Growth, rupture risk appear low for small intracranial aneurysms, review indicates

The annualized rupture rate was 0% for aneurysms 3 mm or smaller, below 0.5% for aneurysms 5 mm or smaller, and below 1% for aneurysms 7 mm or smaller.


Small unruptured intracranial aneurysms have low rates of growth and rupture, according to a new study.

Researchers performed a systematic review of studies that reported natural history data on unruptured intracranial aneurysms 7 mm or smaller. The goal of the study was to summarize evidence about growth and rupture risk of such aneurysms and determine whether these variables differed for very small and small aneurysms, defined as 3 mm or smaller and 5 mm or smaller, respectively. The study results were published online June 6 by Annals of Internal Medicine.

Twenty-six cases series and observational studies were included in the review. Of these, five described the growth rate of aneurysms 3 mm or smaller, 10 described the growth rate of aneurysms 5 mm or smaller, and eight described the growth rate of aneurysms 7 mm or smaller. Rupture rates by size, meanwhile, were reported in seven, 11, and 13 studies, respectively. Nineteen studies used data from patients at a single center, and seven used multicenter patient data. For all three aneurysm sizes, the annualized growth rate was below 3% in all but one of the studies, while the annualized rupture rate was 0% for aneurysms 3 mm or smaller, below 0.5% for aneurysms 5 mm or smaller, and below 1% for aneurysms 7 mm or smaller.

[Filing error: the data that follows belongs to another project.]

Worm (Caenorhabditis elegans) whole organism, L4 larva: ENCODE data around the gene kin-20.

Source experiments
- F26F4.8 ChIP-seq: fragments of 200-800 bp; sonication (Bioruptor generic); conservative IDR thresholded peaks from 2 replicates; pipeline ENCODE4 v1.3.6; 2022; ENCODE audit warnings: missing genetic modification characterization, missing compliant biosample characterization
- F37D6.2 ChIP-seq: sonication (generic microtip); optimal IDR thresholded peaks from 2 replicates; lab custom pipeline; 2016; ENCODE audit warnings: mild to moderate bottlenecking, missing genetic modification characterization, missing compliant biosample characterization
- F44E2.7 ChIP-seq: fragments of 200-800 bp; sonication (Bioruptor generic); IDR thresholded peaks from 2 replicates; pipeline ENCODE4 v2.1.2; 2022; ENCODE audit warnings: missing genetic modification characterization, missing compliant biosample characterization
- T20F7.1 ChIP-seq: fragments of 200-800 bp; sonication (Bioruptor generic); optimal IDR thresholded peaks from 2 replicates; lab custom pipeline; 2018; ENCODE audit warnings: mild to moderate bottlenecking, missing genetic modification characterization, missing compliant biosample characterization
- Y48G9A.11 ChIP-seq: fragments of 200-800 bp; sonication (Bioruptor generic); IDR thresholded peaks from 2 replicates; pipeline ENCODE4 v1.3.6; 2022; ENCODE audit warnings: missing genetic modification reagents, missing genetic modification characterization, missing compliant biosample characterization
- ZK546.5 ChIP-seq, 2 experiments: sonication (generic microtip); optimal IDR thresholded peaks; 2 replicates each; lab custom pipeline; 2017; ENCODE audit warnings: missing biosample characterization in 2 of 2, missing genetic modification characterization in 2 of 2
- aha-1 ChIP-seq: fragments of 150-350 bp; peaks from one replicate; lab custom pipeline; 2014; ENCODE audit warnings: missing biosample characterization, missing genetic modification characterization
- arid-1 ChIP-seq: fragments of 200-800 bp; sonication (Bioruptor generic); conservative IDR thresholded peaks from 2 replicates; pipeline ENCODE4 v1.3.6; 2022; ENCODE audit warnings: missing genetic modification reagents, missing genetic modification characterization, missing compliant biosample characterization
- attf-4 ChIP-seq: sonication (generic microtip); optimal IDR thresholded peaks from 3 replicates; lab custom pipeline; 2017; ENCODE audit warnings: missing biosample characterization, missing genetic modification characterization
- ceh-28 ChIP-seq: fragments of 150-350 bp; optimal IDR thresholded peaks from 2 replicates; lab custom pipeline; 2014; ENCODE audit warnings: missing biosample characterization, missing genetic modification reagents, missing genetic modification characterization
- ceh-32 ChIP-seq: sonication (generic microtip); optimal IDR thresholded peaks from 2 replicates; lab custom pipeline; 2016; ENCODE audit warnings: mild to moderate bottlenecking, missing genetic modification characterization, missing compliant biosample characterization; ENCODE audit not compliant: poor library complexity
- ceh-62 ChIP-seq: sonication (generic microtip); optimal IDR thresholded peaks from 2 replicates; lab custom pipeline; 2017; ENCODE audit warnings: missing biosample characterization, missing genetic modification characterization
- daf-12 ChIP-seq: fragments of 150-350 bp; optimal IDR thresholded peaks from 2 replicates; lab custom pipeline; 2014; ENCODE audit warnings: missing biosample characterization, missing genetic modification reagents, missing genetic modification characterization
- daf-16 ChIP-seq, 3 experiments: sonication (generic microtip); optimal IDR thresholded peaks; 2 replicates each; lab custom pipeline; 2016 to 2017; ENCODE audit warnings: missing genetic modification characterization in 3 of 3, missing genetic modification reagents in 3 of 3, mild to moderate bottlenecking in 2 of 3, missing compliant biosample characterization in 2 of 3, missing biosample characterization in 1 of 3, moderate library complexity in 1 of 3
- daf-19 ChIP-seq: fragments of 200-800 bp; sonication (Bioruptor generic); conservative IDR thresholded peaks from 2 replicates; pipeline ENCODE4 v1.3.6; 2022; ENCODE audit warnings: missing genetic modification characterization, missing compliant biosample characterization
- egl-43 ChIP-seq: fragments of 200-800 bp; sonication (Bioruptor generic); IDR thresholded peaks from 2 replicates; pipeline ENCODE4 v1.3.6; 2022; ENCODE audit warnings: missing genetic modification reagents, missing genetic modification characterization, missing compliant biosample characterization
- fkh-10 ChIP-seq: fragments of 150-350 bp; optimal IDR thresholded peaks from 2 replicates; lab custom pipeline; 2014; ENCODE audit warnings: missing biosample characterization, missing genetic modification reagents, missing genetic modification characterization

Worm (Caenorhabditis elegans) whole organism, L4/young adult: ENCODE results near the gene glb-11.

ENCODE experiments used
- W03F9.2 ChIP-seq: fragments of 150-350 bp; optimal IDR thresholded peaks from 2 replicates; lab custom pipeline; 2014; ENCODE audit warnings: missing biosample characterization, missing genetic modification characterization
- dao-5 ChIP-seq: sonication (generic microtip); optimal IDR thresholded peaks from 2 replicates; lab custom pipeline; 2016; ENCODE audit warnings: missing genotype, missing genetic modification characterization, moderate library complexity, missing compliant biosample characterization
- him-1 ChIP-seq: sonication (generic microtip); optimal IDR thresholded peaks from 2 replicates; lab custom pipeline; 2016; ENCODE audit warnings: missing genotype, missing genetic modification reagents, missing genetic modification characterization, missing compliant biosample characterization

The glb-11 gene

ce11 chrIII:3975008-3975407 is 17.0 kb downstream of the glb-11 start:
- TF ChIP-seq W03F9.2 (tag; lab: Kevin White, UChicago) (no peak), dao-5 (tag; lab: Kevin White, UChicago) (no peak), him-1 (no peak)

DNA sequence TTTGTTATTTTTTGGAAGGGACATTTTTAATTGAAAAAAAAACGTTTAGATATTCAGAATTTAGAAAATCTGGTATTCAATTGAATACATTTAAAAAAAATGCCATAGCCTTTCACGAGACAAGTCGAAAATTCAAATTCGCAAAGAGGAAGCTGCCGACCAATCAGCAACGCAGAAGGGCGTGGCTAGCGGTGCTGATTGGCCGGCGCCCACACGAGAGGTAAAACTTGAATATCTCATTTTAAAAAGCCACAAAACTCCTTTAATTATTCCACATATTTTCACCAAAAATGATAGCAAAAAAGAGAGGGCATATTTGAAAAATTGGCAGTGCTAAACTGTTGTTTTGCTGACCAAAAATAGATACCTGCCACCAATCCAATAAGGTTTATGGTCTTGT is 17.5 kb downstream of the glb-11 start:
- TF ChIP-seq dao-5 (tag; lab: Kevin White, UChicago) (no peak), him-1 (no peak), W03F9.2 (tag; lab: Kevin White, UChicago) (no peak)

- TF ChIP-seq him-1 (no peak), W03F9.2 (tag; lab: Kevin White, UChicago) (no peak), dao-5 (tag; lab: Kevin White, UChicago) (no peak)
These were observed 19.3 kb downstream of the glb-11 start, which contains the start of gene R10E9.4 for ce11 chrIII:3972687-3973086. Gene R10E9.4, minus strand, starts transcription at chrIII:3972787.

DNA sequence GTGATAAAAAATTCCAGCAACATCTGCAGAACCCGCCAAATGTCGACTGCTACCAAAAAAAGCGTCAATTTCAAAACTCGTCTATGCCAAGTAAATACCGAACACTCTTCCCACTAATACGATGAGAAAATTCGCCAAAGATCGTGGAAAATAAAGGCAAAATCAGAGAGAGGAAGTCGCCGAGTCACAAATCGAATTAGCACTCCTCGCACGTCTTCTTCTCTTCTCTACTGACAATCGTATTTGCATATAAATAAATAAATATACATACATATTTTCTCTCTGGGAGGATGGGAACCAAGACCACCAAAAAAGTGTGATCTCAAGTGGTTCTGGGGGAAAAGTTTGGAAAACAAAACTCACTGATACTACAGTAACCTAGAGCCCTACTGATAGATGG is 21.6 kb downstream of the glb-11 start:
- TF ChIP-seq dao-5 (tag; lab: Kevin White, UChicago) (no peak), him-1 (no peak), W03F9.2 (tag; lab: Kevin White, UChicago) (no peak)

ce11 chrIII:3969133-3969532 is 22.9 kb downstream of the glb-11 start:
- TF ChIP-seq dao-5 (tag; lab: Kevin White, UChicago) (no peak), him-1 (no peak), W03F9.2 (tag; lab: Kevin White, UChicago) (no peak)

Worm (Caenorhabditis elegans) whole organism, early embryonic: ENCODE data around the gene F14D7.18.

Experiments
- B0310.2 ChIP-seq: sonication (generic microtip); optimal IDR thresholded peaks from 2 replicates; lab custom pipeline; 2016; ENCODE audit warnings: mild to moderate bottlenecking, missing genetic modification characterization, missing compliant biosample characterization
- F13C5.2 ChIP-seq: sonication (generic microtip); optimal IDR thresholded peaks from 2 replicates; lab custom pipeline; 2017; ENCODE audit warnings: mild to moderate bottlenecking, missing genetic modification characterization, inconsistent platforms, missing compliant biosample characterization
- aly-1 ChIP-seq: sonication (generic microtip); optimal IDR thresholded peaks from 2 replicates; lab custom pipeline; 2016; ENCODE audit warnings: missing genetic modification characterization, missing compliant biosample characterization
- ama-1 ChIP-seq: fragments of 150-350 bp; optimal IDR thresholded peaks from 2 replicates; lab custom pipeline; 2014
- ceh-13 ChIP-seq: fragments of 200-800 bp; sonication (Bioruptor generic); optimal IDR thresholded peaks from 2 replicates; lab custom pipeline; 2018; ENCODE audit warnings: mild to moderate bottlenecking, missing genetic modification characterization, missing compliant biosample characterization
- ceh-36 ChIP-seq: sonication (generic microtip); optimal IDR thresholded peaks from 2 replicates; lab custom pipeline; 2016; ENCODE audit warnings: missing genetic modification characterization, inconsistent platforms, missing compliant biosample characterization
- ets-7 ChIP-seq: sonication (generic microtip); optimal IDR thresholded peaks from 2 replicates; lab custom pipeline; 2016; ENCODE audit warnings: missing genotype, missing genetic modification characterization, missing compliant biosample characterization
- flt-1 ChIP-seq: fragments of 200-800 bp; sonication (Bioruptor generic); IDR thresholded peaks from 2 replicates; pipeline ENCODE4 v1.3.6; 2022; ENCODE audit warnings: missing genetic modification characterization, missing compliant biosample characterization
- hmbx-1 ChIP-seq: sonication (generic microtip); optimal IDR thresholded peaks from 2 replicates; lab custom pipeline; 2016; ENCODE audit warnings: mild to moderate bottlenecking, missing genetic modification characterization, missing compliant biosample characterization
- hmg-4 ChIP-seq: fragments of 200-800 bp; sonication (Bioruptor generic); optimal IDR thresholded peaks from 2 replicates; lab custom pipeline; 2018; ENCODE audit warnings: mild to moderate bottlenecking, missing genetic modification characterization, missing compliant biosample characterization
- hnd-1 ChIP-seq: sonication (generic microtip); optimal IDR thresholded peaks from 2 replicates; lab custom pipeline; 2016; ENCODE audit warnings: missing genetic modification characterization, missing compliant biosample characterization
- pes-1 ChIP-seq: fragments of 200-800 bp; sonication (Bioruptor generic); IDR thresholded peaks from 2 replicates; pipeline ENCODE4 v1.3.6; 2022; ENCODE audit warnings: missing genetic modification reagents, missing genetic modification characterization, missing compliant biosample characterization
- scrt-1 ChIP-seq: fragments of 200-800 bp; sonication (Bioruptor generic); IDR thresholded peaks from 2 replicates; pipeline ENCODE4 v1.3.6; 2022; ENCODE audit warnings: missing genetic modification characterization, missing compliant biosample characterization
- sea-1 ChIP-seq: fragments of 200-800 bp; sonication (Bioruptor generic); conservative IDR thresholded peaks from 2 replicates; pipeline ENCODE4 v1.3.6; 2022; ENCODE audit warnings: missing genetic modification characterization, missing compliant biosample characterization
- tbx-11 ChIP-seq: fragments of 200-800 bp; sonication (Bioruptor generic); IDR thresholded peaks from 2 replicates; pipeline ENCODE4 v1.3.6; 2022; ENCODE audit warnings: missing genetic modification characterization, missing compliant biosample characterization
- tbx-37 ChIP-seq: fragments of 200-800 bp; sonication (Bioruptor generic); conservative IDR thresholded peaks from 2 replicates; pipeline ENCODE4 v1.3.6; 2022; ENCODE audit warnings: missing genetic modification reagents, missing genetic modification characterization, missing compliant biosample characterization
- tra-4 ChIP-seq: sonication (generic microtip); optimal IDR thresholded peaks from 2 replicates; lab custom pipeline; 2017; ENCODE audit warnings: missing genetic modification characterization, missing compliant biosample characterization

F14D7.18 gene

The strength of evidence for both outcomes was of poor quality, the authors noted. In addition, the included studies used different definitions of growth as well as different treatment and follow-up methods. However, despite these limitations, the authors concluded that small unruptured intracranial aneurysms have low rates of both growth and rupture, especially those that are 3 mm in diameter or smaller, although they stressed that better evidence is needed and that standardized definitions of growth should be used. The American Heart Association/American Stroke Association 2015 guidelines, which recommend a first follow-up study six to 12 months after initial discovery and follow-up yearly or every other year, may need to be revised to specifically consider small aneurysms, the study authors concluded.

An accompanying editorial complimented the study authors on their detailed review but agreed that their research was limited by the poor quality of the available data. “One should not conclude from this study that small aneurysms have no risk for rupture but rather that experts are skilled at predicting which aneurysms are more likely to rupture,” the editorialist wrote. “Thus, all patients with aneurysms should be evaluated by an expert who can review associated risk factors and determine both the optimal follow-up plan (if any) and the need for treatment.”